Voices: Pledged to NHS Change Day

Thomas Yip Thousands of NHS staff, including management trainee Thomas Yip, are promising to make a change

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NHS Change Day is hoping to encourage 500,000 people involved with the NHS to pledge to do something different to improve the service.

For example, one of the founders of the day, Dr Damian Roland, will lie on a spinal board for an hour to better understand the experience of patients.

Nurses, therapists, students and others have told the BBC what they are doing to make a change.

Caroline Marsh, preceptorship-development nurse, Nottingham

Caroline Marsh

I work as part of a small team of very dedicated nurses to provide a supportive environment to develop confidence and skills to all newly qualified nurses who start work in our trust, either at the QMC or City campus.

The transition from student to registered nurse can be daunting and we work alongside the preceptors on the wards to support the newly qualified nurses to develop their confidence, refine skills, values and behaviours to continue on their journey of life-long learning.

I have pledged to help people who look lost in corridors. My team pledge is to ensure that all newly qualified nurses starting work at Nottingham University Hospitals know the preceptorship team and how to contact us.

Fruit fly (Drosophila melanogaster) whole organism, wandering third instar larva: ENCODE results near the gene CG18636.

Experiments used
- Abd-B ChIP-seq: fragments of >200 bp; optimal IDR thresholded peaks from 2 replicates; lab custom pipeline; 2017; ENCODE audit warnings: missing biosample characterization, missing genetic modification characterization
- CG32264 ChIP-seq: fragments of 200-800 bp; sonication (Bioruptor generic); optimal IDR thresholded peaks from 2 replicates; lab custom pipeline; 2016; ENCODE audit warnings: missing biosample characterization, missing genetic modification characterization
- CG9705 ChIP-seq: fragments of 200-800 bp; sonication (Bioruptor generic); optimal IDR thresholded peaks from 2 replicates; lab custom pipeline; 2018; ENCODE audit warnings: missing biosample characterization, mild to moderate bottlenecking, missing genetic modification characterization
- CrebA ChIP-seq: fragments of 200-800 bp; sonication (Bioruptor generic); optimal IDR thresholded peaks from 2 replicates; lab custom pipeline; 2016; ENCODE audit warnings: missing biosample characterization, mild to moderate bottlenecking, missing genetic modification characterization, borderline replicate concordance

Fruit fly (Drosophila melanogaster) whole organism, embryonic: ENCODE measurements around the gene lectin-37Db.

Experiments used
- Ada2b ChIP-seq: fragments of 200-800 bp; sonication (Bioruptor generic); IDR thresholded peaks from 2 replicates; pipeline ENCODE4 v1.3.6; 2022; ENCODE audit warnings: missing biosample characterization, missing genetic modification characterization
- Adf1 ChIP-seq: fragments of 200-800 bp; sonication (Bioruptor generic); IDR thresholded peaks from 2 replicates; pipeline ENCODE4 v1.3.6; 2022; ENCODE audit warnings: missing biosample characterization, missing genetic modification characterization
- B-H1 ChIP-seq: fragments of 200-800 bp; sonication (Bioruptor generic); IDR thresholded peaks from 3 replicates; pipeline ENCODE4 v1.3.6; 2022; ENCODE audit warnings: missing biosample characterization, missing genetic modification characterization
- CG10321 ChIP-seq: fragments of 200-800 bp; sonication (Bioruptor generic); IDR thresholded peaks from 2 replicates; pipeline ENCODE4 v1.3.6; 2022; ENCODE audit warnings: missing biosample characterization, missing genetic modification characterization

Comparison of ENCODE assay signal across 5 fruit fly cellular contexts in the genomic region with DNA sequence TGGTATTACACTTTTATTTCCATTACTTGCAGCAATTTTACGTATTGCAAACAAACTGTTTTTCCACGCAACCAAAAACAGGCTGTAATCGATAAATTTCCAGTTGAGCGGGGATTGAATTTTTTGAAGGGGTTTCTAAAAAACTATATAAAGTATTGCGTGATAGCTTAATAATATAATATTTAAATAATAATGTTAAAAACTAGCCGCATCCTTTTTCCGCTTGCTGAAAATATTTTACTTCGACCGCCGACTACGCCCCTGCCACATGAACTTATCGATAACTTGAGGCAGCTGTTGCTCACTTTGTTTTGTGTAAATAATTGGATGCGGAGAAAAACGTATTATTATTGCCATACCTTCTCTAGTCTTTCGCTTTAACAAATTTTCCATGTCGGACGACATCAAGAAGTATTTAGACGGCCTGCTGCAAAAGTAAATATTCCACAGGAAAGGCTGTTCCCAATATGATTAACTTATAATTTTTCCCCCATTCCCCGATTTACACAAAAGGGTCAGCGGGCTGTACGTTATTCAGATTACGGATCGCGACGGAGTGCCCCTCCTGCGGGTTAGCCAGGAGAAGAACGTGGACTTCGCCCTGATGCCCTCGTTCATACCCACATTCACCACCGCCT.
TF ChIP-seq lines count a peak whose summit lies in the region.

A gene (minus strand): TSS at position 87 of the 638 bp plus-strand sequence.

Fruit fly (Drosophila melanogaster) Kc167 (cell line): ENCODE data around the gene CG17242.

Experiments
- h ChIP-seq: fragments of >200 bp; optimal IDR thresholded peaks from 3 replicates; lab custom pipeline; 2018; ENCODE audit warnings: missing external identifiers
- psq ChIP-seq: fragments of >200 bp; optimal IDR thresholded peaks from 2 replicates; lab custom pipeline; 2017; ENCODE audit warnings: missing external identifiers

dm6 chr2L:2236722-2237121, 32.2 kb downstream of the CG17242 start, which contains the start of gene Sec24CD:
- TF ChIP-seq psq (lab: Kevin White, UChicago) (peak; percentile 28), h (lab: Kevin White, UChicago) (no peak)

Gillian Rudd, speech and language therapist, Birmingham

Over 20% of people experience communication difficulties at some point in their lives. Communication difficulties can include problems with speech sounds, language, social interaction, voice or fluency.

Gillian Rudd

I have pledged to continue raising awareness of communication difficulties and the support available. I pledged to remember that everyone has the potential and the right to communicate their thoughts, needs and wishes, though not everyone finds this easy. Communication comes in many forms including words, signs, symbols, photos, body language and facial expression.

Fantastic work is done every day by speech and language therapists, service users and charitable organisations such as the Communication Trust, the Royal College of Speech and Language Therapists (RCSLT), the British Stammering Association and the Stroke Association to support individuals and their families, but there is more to be done.

This pledge builds on the work already in place following the RCSLT's Giving Voice campaign and the International Communication Project 2014.

Katie Eckert, first-year student nurse, Buxton, Derbyshire

I am a first-year nursing student at the University of Derby, Chesterfield Campus, and also a bank healthcare assistant for the local trust.

Katie Eckert

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I also pledge to smile and use Twitter”

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My pledge for NHS Change Day is to further develop my role as a care-maker, and I will be promoting "the sic Cs" in care, to make people understand them and to develop how trusts focus on them in practice.

The six Cs are:

  • care - providing holistic care for individuals
  • compassion - providing this care with compassion towards the individual and their families